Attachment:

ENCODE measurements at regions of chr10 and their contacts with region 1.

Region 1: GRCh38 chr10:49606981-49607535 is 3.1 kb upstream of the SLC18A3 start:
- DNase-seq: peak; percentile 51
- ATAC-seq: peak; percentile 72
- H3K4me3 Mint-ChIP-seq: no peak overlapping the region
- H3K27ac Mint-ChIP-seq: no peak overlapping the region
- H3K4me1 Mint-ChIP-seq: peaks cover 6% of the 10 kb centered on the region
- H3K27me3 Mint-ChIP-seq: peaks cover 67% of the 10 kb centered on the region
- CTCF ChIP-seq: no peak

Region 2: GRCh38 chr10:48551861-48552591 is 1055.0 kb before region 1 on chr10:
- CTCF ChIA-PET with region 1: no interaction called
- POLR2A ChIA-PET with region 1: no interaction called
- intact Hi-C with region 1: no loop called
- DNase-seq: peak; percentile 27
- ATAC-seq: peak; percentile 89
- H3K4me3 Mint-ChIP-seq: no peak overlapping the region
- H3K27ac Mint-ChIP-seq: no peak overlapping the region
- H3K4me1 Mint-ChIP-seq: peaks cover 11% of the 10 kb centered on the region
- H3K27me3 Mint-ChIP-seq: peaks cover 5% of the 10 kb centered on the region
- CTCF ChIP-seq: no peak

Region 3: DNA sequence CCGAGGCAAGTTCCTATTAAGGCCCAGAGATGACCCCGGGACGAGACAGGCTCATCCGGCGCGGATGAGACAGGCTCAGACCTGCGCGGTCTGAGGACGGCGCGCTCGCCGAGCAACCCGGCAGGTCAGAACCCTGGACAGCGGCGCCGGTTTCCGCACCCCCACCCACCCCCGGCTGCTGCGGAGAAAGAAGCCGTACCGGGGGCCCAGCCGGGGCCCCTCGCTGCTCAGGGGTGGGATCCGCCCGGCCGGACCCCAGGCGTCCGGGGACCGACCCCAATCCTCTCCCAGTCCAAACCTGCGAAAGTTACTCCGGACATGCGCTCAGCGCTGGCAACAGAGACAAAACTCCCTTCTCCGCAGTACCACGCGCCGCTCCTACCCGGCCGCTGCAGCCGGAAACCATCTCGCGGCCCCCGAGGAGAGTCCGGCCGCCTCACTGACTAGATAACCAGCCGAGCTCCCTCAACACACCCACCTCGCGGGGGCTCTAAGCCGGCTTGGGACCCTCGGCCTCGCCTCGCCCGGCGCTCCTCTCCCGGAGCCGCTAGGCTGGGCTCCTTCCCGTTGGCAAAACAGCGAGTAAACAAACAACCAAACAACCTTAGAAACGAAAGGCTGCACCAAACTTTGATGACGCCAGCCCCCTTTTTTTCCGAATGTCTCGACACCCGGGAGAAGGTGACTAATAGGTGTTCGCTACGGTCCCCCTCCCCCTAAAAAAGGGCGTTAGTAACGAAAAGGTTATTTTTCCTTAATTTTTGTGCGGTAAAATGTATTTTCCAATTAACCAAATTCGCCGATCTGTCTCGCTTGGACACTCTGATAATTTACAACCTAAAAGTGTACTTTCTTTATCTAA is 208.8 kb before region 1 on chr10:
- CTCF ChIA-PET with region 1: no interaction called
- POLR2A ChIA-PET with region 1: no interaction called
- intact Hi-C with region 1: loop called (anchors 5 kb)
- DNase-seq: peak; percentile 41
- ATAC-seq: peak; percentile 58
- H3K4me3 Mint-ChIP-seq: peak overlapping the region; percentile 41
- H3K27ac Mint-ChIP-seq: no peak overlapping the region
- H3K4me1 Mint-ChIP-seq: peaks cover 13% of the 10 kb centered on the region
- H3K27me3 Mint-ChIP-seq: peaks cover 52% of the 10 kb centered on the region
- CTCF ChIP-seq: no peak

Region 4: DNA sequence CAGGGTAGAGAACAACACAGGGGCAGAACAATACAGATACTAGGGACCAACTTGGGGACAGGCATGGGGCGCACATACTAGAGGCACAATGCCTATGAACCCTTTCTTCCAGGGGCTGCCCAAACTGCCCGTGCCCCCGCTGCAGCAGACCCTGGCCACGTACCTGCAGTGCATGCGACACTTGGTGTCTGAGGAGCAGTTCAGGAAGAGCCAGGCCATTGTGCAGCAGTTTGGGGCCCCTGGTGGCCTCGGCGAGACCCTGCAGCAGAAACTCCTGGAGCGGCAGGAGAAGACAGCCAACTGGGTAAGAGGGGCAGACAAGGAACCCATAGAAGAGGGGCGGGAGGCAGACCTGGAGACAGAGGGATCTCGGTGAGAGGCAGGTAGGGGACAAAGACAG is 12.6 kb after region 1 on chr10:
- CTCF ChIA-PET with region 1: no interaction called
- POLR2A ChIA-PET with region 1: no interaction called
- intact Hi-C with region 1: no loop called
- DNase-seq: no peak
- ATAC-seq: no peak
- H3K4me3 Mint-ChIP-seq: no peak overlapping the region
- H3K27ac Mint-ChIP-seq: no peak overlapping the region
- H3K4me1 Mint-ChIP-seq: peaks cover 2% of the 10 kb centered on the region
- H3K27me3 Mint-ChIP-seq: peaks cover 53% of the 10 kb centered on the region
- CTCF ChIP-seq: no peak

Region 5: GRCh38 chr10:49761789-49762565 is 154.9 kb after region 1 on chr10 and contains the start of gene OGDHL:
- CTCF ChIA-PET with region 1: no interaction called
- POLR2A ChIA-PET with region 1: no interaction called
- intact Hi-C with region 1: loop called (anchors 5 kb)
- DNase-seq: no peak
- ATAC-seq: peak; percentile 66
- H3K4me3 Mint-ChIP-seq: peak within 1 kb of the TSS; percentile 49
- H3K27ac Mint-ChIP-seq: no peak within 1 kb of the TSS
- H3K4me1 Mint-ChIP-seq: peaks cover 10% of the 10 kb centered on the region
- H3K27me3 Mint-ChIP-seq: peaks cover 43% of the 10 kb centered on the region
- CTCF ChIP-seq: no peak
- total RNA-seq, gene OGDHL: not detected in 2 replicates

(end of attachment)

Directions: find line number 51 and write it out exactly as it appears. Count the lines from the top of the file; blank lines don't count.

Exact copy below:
- H3K4me1 Mint-ChIP-seq: peaks cover 10% of the 10 kb centered on the region